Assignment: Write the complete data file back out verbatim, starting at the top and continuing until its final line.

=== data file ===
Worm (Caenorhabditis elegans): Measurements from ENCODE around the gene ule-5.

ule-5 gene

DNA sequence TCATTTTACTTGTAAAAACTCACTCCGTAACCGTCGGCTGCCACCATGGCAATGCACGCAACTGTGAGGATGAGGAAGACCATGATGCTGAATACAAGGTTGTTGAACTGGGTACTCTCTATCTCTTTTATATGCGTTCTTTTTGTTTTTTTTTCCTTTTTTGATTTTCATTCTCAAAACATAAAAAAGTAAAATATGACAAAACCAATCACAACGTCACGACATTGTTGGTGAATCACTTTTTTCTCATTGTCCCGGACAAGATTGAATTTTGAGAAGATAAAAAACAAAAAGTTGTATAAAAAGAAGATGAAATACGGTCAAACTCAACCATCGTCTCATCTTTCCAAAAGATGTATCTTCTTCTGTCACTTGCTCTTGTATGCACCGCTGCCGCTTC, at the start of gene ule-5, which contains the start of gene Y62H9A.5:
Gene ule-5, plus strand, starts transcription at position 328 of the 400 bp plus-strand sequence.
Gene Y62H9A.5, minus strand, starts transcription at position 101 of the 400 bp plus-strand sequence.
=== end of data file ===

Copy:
Worm (Caenorhabditis elegans): Measurements from ENCODE around the gene ule-5.

ule-5 gene

DNA sequence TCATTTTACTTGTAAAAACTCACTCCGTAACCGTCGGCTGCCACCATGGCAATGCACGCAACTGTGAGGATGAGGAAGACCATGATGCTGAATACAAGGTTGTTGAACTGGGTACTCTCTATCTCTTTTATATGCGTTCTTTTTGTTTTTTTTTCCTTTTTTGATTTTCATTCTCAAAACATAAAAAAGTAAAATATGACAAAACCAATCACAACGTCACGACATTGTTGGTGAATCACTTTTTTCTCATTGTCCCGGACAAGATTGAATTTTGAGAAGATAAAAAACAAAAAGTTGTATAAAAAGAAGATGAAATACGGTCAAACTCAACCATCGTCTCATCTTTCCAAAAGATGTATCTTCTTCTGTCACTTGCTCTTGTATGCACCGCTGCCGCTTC, at the start of gene ule-5, which contains the start of gene Y62H9A.5:
Gene ule-5, plus strand, starts transcription at position 328 of the 400 bp plus-strand sequence.
Gene Y62H9A.5, minus strand, starts transcription at position 101 of the 400 bp plus-strand sequence.